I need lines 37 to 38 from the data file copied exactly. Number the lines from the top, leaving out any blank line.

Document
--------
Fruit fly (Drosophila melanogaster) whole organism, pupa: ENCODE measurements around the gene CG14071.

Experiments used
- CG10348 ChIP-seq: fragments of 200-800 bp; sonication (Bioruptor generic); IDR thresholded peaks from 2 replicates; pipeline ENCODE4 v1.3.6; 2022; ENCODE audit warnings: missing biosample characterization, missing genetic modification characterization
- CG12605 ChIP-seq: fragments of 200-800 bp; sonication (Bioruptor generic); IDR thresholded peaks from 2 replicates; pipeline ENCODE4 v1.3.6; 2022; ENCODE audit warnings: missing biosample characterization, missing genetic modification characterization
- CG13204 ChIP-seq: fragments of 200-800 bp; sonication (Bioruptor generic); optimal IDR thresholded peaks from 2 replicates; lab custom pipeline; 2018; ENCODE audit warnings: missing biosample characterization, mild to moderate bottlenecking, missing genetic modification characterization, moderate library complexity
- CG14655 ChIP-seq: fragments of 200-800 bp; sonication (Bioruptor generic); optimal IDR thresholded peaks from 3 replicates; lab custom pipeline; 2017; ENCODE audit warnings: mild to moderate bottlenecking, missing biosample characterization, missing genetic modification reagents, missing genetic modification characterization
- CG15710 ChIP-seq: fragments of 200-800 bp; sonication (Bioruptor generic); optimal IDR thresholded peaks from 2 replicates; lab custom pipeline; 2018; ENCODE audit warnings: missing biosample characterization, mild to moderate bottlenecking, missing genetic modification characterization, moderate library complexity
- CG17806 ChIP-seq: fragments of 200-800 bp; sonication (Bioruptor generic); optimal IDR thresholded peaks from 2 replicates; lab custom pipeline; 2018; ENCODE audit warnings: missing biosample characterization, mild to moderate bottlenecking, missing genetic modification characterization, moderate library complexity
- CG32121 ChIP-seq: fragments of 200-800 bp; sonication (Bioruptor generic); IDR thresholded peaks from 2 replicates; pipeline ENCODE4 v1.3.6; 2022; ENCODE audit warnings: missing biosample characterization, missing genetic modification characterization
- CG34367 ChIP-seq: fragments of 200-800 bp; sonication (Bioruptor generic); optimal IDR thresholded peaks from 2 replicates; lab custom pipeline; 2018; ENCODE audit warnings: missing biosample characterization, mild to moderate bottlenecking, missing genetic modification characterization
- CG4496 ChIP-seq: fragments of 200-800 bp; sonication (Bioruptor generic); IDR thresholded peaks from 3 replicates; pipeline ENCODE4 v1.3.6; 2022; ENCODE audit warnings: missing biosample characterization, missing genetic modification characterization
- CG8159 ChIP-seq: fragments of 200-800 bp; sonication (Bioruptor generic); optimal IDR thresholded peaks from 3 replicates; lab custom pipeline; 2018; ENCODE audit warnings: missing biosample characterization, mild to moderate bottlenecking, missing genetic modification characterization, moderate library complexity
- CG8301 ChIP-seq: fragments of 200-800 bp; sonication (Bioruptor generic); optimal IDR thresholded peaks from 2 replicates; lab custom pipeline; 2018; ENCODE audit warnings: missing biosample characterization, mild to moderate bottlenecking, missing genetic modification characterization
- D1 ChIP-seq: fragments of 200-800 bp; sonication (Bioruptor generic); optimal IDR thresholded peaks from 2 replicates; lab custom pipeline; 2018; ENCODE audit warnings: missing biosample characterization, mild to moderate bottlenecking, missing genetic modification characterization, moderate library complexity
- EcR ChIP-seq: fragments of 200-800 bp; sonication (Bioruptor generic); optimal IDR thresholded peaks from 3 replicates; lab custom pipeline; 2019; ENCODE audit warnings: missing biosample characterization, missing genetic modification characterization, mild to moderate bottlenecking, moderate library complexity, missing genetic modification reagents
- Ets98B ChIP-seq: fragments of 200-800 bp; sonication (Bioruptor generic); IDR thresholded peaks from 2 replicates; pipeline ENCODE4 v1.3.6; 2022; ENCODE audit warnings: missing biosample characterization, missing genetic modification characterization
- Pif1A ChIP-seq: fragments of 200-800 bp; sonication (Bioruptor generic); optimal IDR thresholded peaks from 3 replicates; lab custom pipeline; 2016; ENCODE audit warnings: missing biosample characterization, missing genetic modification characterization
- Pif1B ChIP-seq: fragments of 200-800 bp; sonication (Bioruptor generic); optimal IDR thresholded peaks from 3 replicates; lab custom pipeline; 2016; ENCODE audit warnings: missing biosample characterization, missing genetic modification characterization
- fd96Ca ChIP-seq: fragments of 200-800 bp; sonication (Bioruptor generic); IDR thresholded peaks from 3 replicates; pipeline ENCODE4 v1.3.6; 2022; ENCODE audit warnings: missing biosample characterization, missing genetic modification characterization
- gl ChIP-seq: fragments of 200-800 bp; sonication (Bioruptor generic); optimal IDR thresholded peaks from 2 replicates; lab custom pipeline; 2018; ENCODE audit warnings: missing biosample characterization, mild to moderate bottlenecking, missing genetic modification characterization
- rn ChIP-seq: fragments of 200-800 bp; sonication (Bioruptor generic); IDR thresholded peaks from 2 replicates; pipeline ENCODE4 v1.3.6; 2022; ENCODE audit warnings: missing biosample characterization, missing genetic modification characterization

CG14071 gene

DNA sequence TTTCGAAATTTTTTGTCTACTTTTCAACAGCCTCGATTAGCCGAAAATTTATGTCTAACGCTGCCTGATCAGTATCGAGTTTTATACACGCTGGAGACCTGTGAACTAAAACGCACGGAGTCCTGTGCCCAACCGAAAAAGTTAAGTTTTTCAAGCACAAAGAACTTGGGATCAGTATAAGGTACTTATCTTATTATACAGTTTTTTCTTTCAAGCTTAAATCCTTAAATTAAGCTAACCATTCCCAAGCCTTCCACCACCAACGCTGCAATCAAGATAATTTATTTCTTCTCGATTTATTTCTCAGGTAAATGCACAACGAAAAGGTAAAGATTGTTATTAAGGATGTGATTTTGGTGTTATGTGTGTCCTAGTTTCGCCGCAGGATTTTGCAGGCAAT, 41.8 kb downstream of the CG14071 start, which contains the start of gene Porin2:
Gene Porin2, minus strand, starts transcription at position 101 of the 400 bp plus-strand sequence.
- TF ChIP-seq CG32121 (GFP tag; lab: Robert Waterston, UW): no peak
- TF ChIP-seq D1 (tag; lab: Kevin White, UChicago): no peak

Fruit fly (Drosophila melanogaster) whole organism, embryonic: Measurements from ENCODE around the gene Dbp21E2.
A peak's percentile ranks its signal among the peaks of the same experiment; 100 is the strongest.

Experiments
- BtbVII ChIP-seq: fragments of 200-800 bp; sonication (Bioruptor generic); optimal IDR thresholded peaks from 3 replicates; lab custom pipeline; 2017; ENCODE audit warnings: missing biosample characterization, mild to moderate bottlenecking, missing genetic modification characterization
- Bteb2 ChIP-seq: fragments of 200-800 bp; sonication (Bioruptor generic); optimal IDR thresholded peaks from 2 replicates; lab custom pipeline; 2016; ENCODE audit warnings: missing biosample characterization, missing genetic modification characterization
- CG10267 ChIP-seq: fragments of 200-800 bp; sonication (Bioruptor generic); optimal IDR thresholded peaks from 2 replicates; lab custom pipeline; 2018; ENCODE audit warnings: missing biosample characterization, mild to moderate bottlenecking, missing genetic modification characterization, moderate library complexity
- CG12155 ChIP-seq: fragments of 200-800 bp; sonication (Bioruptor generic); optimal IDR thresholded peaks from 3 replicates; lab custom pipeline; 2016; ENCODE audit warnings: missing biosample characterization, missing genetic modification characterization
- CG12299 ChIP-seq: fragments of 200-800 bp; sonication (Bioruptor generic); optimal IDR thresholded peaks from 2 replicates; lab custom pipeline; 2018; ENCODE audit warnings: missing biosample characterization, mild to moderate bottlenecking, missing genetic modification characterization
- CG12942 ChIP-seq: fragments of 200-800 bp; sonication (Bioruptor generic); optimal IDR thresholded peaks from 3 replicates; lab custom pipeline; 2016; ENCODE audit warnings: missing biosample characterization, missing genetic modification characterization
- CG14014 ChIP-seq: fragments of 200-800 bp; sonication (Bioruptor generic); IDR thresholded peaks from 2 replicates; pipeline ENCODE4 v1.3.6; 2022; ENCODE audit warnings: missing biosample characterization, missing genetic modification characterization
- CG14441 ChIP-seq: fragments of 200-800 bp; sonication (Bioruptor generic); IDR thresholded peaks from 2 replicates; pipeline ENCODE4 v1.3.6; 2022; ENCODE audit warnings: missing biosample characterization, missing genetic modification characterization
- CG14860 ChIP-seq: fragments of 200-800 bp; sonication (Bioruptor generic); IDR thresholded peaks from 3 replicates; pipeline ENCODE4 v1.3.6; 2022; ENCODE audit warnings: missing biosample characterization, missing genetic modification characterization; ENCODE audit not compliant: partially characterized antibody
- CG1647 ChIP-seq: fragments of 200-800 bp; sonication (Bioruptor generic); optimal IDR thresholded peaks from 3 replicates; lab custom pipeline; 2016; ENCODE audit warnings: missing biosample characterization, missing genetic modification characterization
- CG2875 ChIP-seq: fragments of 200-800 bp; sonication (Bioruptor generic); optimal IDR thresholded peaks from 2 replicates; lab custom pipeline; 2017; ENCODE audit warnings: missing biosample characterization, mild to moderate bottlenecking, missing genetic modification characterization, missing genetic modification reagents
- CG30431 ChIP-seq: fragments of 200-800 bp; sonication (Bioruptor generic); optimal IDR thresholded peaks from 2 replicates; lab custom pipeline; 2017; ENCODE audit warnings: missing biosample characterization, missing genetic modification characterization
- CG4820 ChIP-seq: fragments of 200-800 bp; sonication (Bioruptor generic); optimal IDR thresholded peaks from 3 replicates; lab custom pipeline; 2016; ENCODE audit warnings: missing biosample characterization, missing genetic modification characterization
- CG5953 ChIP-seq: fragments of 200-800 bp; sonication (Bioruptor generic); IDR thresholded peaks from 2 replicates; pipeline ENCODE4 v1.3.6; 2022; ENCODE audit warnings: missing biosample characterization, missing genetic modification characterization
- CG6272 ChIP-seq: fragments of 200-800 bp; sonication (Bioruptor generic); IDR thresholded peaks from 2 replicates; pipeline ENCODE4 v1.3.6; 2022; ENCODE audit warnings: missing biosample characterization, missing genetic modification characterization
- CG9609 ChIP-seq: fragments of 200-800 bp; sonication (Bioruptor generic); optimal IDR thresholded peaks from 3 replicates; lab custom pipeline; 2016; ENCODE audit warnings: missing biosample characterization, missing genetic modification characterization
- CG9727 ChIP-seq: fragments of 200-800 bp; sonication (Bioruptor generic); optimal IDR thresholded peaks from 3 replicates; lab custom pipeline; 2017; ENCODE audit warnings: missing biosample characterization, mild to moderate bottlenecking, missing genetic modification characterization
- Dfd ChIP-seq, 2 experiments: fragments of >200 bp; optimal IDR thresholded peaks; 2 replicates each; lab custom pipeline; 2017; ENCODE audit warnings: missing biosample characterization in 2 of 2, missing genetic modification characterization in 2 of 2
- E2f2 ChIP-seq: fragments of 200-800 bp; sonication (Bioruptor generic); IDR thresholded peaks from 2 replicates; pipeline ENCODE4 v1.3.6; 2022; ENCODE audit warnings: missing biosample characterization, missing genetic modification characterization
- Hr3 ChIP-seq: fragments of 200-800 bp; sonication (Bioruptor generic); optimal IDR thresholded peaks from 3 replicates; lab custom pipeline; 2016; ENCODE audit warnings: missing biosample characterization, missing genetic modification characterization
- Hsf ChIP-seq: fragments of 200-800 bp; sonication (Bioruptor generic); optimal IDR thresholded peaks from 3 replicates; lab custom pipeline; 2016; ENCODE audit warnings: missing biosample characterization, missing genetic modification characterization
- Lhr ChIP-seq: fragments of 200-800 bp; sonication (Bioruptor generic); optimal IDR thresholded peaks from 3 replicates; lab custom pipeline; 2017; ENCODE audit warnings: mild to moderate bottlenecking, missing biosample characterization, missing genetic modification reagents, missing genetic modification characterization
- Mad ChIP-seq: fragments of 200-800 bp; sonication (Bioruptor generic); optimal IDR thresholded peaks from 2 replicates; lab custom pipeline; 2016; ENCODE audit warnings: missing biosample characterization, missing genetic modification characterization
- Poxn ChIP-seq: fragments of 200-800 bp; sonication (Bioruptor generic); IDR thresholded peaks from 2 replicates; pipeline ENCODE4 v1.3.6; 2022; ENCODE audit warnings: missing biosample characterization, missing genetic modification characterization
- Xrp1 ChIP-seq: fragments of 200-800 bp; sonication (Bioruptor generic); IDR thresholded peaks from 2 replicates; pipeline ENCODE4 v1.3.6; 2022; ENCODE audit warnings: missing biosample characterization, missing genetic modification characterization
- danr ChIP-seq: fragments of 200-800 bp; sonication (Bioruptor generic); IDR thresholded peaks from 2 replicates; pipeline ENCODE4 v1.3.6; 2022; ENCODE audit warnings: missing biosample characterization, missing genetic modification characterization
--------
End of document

- CG14441 ChIP-seq: fragments of 200-800 bp; sonication (Bioruptor generic); IDR thresholded peaks from 2 replicates; pipeline ENCODE4 v1.3.6; 2022; ENCODE audit warnings: missing biosample characterization, missing genetic modification characterization
- CG14860 ChIP-seq: fragments of 200-800 bp; sonication (Bioruptor generic); IDR thresholded peaks from 3 replicates; pipeline ENCODE4 v1.3.6; 2022; ENCODE audit warnings: missing biosample characterization, missing genetic modification characterization; ENCODE audit not compliant: partially characterized antibody